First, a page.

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University of Minnesota

Finding her place

November 9, 2010

Emily Johnson with fish attached to her arms.

Emily Johnson's collaborators on The Thank-you Bar include musicians Joel Pickard and James Everest of BLACKFISH.

Emily Johnson and friends weigh in on place and displacement in The Thank-you Bar

By Rick Moore

Describing exactly what audiences are likely to see and experience in Emily Johnson and Catalyst’s upcoming show at Northrop Auditorium (November 18-20) is about like trying to catch a fish with your bare hands. It’s a slippery proposition, at best.

Johnson, a University of Minnesota alumna, is a dancer turned choreographer whose work is designed to stimulate the senses on many levels. Her current piece, The Thank-you Bar, is part of the Northrop Dance Series, but the “dance” descriptor only begins to tell the story.

Each show will have 50 audience members seated on the Northrop stage. They’ll experience dance, visual imagery, storytelling, and live music, among other sensory treats.

“I literally try to make the Northrop stage our home for an hour, including the audience,” Johnson says. In addition, there is an accompanying art exhibit at Northrop and a special Friday evening concert by BLACKFISH.

A home away from home

Johnson, who is of Yup’ik Eskimo descent, grew up in Alaska and often spent Sundays socializing at her grandmother’s tavern—the Que-Ana Bar. Quyana is the Yup’ik word for “thank you;” hence, the name of Johnson’s piece.

At 18, she left her rural life to attend the University of Minnesota on a scholarship to study physical therapy. During her first year at the U, she replaced a lecture class with a modern dance class, and “by the end of the year I had changed my major to dance,” she says.

She’s now spent 16 years living amidst the buzz and flurry and energy of the big city, which is great given the Twin Cities’ esteem in the arts community.  But it means she’s miles and miles away, literally and figuratively, from her homeland and her family rituals of hunting and fishing, then smoking, canning, and freezing food.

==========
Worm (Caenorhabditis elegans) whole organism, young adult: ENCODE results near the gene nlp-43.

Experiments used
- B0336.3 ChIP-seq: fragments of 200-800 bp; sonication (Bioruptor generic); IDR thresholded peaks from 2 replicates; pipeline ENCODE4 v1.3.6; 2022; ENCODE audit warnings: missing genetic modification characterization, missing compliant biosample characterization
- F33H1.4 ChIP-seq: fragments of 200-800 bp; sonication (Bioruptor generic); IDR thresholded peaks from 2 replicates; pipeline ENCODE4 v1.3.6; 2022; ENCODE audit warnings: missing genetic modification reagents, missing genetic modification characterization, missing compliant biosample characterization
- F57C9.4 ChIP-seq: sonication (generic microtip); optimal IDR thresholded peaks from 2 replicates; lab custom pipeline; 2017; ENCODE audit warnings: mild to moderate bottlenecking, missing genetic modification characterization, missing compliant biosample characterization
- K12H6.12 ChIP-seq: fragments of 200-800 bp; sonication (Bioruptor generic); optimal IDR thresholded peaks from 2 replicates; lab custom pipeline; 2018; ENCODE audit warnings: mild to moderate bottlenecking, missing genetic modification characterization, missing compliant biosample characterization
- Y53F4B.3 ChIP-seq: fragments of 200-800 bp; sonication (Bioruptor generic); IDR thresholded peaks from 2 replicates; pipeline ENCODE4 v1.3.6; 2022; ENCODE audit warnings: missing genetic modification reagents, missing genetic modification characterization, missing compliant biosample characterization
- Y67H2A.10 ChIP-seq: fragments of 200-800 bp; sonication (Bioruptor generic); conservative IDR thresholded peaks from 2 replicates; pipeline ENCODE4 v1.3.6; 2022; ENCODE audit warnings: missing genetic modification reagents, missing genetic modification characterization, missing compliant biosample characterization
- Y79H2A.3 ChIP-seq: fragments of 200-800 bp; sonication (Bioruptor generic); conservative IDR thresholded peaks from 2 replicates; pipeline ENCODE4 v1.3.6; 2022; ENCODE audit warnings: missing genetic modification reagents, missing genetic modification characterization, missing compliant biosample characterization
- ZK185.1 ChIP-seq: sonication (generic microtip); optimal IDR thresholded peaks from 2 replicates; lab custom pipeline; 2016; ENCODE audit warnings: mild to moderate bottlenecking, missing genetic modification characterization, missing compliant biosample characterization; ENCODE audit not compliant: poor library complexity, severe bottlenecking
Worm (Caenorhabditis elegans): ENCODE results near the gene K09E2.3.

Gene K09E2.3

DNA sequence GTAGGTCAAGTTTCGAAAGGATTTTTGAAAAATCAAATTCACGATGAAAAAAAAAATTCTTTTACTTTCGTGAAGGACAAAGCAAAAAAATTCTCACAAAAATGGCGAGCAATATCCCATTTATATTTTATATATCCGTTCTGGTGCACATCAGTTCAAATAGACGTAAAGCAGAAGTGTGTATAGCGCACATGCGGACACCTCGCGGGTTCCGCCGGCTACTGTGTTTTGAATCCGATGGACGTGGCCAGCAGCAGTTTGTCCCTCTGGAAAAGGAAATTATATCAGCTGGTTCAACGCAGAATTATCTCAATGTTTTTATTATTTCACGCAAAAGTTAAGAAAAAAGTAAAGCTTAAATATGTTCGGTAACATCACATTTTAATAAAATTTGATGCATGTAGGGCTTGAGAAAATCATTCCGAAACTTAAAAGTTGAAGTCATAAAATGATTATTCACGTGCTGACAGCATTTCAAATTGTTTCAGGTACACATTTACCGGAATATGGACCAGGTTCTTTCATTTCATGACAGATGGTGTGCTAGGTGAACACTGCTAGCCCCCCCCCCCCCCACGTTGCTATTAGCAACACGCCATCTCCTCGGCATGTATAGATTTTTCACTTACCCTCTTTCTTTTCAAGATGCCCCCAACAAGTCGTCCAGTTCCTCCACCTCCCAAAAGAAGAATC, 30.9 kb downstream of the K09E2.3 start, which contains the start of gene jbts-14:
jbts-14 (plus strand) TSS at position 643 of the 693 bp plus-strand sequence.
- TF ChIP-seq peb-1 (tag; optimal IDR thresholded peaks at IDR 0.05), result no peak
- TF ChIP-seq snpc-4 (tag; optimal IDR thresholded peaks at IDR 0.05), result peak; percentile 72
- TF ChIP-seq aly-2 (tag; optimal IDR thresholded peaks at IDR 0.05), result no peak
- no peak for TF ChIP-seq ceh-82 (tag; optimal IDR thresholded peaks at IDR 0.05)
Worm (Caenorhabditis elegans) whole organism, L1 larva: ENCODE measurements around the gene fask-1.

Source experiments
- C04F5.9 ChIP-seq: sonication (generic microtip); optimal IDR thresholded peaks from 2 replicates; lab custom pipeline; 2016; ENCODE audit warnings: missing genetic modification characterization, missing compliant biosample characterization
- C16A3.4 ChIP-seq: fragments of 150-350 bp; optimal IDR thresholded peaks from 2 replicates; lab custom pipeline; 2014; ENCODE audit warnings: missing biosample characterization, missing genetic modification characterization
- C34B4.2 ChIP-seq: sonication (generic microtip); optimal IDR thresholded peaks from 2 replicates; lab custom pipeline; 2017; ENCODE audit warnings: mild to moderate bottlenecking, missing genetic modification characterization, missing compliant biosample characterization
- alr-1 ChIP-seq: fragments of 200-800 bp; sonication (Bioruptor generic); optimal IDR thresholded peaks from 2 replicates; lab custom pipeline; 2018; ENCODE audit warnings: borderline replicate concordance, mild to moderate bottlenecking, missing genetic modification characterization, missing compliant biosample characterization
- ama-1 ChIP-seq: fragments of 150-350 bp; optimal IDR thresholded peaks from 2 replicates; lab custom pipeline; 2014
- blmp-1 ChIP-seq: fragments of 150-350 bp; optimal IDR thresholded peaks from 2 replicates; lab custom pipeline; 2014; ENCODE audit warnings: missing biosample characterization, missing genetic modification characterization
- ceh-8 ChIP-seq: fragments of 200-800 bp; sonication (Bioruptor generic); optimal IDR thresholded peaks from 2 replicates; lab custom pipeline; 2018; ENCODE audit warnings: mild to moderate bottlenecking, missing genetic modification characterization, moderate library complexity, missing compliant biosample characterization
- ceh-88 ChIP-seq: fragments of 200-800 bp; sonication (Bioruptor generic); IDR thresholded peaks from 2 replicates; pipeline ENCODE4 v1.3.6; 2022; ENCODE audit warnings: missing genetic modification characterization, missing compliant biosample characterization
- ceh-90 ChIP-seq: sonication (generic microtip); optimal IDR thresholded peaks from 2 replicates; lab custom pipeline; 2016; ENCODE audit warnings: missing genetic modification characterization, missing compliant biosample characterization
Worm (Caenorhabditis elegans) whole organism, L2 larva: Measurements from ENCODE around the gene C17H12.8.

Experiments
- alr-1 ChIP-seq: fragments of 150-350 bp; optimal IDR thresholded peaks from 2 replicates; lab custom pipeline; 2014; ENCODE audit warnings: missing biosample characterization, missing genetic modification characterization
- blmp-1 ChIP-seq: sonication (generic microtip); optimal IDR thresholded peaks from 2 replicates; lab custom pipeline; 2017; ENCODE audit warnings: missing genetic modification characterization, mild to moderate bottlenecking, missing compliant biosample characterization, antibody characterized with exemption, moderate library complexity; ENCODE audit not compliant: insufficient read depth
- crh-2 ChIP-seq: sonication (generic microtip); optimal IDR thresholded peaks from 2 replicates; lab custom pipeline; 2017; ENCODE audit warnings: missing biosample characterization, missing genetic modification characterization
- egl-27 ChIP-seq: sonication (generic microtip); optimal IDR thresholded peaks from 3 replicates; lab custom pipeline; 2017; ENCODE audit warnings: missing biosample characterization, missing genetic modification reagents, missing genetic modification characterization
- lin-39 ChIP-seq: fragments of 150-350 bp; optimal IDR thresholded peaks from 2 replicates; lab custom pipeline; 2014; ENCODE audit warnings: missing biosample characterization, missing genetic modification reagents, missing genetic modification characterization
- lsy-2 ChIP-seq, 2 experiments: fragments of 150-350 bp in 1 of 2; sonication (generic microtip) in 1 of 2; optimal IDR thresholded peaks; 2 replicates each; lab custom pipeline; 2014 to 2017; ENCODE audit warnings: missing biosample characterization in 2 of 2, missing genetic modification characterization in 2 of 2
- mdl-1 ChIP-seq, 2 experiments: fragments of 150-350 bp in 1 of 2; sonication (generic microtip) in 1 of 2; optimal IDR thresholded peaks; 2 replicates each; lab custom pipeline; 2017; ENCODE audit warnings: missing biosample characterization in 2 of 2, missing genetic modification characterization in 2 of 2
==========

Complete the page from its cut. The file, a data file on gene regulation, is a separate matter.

That sense of displacement is the driving theme in The Thank-you Bar. She says the piece started with a short story she wrote about blackfish, which have the ability to survive in harsh and seemingly unbearable conditions.

“This story exists in The Thank-you Bar,” she says. “It makes me think of how we all find the way to adapt.”

Other points of view

“Everything I’ve made has come, in general, from a personal place,” Johnson says. “I [create] from the thing I’m obsessing about.”

Now she has an eye toward conveying other stories and points of view. “I don’t want to present only my images and ideas and thoughts about displacement,” she says. “I wanted to present the audience a much broader and larger scope of what displacement can be.”

So, along with her friend Carolyn Lee Anderson, she’s curating the special exhibit, “This is Displacement: Native Artists Consider the Relationship Between Land & Identity,” that accompanies The Thank-you Bar. It chronicles the views of more than a dozen different artists spanning Native nations from across the country.

Music is also an important part of the mix, much as it was at the Que-Ana Bar with its country-flavored jukebox. Her Catalyst collaborators James Everest (Johnson’s husband) and Joel Pickard helped develop The Thank-you Bar, and their music on stage enhances the imagery.

“It’s more of a sensory experience,” says Johnson. “I’m trying to get at memories. And I’m trying to create memories for the audience.”

Tags: Northrop Auditorium

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